Unless you have very dry skin, opt for a foundation with a matte finish, which makes the skin’s texture appear more even, blurring pores and other imperfections, while also offering more coverage. Most foundations with a matte finish contain oil-absorbing ingredients that help to prevent the skin from getting oily. Oily skin tends to look even more oily in photos, with the pores looking enlarged.
If you have very dry skin, you may want to use a foundation without a matte finish and then apply powder only in selected areas of the face that may look shiny in photo.
Apply foundation to your neck, too. A mistake that becomes particularly evident in photos is applying foundation only to the face, which emphasizes the difference in color with the neck, (unless the foundation matches the neck color). Blend a little foundation onto the neck and make sure that no edges are visible.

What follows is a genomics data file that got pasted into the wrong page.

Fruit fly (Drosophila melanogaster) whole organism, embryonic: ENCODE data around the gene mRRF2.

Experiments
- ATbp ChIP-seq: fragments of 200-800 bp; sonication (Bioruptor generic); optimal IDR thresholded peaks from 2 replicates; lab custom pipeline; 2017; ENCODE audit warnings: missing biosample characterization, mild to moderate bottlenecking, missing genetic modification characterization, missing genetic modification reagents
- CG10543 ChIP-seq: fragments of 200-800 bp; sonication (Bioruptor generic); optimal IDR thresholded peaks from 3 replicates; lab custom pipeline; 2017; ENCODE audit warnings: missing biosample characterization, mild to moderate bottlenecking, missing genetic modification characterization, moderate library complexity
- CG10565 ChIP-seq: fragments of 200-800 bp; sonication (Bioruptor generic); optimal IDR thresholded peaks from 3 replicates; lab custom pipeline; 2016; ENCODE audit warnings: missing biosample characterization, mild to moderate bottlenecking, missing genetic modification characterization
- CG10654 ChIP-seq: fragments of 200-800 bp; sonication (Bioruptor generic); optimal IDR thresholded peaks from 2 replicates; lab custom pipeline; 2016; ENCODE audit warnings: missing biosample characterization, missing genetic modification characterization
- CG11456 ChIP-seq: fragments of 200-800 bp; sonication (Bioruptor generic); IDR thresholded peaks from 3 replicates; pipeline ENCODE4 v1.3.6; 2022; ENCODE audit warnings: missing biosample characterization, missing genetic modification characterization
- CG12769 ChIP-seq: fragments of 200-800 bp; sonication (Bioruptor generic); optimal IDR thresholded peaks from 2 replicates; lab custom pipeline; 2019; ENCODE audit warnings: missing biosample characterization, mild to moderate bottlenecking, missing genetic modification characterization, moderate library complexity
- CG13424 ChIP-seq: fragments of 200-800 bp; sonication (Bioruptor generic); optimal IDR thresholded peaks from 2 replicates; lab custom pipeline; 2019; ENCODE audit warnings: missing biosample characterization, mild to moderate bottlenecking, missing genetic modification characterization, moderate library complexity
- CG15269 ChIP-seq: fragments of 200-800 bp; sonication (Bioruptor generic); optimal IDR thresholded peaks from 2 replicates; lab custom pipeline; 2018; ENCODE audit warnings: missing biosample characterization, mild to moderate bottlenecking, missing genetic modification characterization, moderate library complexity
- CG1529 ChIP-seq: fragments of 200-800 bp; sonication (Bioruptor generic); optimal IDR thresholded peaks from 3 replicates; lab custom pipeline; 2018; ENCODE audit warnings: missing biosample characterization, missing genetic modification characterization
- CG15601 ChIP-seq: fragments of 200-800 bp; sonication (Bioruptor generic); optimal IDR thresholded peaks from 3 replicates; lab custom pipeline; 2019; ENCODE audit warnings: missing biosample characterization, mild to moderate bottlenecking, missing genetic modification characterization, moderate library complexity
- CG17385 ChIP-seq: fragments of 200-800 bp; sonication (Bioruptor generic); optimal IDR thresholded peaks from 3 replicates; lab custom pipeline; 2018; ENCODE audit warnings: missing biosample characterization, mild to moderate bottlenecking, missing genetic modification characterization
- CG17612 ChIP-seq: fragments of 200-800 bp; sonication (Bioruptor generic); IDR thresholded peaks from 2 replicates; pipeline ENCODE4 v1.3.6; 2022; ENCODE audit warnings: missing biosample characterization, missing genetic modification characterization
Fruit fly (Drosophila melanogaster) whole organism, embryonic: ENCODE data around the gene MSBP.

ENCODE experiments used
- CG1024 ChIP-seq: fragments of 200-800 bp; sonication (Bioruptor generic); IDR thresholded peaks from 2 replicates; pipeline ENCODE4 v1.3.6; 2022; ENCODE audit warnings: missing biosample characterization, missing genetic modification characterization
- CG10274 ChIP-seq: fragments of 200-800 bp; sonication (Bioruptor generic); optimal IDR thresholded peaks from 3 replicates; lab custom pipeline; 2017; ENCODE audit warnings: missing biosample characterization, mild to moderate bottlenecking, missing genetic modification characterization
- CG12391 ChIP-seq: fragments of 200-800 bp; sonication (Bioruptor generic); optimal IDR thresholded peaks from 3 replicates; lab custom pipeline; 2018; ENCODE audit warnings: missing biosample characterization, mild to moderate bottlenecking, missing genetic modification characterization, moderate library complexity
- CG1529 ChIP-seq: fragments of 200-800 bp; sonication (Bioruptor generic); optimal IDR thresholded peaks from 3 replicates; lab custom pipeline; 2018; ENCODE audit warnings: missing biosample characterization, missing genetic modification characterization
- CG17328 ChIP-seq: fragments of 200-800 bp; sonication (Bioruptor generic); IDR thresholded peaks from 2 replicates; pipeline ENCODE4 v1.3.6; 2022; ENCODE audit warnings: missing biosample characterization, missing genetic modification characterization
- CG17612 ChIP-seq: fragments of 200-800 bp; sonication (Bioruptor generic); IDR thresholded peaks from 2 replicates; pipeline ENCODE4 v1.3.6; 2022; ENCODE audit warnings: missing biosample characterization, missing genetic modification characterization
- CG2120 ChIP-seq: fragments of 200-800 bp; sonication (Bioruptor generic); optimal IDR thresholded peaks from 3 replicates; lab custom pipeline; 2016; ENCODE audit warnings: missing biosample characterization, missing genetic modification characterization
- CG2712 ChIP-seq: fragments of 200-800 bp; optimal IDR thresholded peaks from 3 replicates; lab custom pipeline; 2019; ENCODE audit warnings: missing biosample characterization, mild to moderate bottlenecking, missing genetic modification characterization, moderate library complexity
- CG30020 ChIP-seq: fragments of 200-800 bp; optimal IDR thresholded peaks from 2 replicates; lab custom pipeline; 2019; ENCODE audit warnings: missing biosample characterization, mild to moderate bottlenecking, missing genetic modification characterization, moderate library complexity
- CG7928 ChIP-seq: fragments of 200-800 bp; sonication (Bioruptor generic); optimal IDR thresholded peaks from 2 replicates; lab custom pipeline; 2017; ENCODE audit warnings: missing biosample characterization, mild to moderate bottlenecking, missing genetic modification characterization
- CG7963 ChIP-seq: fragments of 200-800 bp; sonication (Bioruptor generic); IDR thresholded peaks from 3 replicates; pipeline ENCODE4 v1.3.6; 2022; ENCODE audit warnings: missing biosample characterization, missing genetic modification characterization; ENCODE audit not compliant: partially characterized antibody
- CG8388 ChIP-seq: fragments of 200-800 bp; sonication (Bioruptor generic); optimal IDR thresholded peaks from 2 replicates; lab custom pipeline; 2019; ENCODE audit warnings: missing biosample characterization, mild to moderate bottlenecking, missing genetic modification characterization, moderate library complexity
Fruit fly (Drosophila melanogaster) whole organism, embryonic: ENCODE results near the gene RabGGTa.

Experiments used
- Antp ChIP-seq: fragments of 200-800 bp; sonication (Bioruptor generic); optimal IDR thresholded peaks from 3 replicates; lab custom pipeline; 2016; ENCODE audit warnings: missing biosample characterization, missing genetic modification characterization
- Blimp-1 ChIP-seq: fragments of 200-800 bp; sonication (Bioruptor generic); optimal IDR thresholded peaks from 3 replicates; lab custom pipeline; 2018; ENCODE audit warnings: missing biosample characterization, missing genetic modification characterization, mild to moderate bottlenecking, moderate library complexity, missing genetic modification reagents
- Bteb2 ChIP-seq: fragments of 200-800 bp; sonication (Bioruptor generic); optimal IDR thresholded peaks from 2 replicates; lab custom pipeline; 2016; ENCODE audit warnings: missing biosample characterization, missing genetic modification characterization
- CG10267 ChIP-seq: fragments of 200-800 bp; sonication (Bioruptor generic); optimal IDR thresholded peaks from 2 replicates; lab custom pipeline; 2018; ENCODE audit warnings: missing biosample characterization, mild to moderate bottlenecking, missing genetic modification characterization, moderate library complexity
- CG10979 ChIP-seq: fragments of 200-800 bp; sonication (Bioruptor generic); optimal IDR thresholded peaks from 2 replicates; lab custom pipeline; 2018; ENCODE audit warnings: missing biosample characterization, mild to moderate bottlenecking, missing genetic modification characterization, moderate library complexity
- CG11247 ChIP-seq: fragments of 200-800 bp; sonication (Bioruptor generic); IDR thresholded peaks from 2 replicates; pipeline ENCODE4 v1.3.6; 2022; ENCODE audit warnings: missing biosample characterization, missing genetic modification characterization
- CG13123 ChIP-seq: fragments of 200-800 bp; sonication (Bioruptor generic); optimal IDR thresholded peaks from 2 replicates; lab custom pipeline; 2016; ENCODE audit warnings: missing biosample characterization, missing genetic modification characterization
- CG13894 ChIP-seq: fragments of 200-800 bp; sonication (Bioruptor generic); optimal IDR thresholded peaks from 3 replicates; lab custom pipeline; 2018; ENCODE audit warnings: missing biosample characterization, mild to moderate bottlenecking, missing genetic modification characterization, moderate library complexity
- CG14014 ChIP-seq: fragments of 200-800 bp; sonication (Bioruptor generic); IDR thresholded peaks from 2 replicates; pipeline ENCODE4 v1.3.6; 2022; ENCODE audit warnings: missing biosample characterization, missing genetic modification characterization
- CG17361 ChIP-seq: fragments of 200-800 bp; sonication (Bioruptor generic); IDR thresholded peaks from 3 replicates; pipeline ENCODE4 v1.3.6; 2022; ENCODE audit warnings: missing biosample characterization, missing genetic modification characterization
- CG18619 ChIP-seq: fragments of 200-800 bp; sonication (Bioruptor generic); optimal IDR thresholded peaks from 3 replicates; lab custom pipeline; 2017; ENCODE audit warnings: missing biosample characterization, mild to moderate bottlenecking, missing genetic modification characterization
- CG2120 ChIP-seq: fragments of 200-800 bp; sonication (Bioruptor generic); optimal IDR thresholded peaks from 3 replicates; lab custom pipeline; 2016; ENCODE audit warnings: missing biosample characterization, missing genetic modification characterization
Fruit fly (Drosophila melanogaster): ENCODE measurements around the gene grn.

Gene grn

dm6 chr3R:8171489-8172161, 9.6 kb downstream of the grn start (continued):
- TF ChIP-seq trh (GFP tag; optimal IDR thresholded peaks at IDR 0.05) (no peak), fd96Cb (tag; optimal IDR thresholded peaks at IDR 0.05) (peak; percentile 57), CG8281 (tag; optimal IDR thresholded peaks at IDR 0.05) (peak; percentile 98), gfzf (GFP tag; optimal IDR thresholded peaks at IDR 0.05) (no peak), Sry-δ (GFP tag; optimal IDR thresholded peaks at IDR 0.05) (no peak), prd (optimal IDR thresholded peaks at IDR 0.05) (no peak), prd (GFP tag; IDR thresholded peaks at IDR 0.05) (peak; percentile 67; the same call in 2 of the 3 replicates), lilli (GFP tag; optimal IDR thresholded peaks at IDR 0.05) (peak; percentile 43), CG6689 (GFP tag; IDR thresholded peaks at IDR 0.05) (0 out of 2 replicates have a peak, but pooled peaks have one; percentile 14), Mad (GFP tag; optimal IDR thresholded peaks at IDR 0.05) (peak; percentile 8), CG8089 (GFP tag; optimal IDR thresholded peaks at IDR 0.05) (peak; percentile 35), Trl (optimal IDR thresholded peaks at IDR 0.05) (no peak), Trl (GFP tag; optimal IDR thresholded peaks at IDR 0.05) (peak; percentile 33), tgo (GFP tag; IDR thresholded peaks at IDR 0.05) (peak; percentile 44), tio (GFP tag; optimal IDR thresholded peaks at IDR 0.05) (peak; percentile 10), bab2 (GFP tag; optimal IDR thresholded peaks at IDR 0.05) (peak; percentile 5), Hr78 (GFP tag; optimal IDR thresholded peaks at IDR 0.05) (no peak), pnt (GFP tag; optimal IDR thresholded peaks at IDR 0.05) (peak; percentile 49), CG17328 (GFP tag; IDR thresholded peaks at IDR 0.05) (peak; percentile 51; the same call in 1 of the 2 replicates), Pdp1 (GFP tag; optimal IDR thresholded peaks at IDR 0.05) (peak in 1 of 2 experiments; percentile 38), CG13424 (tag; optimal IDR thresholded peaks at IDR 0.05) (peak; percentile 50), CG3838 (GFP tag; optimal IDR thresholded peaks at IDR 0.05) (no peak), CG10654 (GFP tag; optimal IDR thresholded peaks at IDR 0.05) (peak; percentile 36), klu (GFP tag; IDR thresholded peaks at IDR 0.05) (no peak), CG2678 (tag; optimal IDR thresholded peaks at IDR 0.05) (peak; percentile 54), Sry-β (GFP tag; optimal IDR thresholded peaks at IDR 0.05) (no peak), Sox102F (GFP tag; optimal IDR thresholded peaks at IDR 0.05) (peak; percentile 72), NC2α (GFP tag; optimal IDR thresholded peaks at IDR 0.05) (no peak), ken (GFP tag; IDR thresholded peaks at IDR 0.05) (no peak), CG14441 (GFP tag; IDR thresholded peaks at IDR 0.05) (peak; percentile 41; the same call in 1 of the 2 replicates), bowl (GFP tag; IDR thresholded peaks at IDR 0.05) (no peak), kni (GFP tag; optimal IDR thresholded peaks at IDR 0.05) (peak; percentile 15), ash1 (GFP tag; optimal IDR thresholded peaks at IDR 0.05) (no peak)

Step 3: Define Your Eyebrows
Whether you have full or thin eyebrows, keep in mind that photography tends to wash them out. Eyebrows “frame” your face so they are a facial feature that should be emphasized. Define your eyebrows with a powder or with a pencil making sure to fill in any gaps/bald spots, and pay special attention the the tail, which is the part that tends to “disappear” in photos.
Fill your eyebrows with a color that is one shade lighter than your hair if you are a brunette, and one shade darker if you are blonde.
Step 4: Line Your Eyes
After applying a wash of a soft color all over the lid, such as a taupe color, you may line your eyes to modify the eye shape slightly. Eyeliner can look very flattering in photos, but make sure to keep the line as close as possible to the lash line, and wing it upwards slightly for a more elongated eye shape.